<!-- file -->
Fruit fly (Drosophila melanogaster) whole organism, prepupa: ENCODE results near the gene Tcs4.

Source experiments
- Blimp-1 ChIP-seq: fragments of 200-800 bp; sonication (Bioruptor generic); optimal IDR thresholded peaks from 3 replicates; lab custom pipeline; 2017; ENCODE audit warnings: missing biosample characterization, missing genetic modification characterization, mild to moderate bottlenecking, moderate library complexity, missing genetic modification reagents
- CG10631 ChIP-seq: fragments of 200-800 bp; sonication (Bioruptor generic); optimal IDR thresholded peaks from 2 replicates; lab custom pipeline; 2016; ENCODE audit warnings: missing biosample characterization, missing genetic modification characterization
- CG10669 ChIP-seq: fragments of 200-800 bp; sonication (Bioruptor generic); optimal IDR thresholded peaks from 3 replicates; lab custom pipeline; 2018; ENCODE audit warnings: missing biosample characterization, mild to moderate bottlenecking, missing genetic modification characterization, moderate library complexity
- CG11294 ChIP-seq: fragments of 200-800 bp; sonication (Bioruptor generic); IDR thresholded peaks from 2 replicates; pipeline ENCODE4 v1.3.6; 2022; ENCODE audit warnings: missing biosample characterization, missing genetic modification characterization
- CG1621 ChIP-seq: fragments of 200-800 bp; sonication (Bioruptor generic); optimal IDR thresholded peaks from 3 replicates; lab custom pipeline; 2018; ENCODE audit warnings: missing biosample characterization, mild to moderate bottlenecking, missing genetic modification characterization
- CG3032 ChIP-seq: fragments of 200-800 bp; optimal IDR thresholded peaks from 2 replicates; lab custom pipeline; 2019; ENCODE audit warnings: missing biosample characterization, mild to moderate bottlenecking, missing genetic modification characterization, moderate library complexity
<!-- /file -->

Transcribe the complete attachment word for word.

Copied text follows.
Fruit fly (Drosophila melanogaster) whole organism, prepupa: ENCODE results near the gene Tcs4.

Source experiments
- Blimp-1 ChIP-seq: fragments of 200-800 bp; sonication (Bioruptor generic); optimal IDR thresholded peaks from 3 replicates; lab custom pipeline; 2017; ENCODE audit warnings: missing biosample characterization, missing genetic modification characterization, mild to moderate bottlenecking, moderate library complexity, missing genetic modification reagents
- CG10631 ChIP-seq: fragments of 200-800 bp; sonication (Bioruptor generic); optimal IDR thresholded peaks from 2 replicates; lab custom pipeline; 2016; ENCODE audit warnings: missing biosample characterization, missing genetic modification characterization
- CG10669 ChIP-seq: fragments of 200-800 bp; sonication (Bioruptor generic); optimal IDR thresholded peaks from 3 replicates; lab custom pipeline; 2018; ENCODE audit warnings: missing biosample characterization, mild to moderate bottlenecking, missing genetic modification characterization, moderate library complexity
- CG11294 ChIP-seq: fragments of 200-800 bp; sonication (Bioruptor generic); IDR thresholded peaks from 2 replicates; pipeline ENCODE4 v1.3.6; 2022; ENCODE audit warnings: missing biosample characterization, missing genetic modification characterization
- CG1621 ChIP-seq: fragments of 200-800 bp; sonication (Bioruptor generic); optimal IDR thresholded peaks from 3 replicates; lab custom pipeline; 2018; ENCODE audit warnings: missing biosample characterization, mild to moderate bottlenecking, missing genetic modification characterization
- CG3032 ChIP-seq: fragments of 200-800 bp; optimal IDR thresholded peaks from 2 replicates; lab custom pipeline; 2019; ENCODE audit warnings: missing biosample characterization, mild to moderate bottlenecking, missing genetic modification characterization, moderate library complexity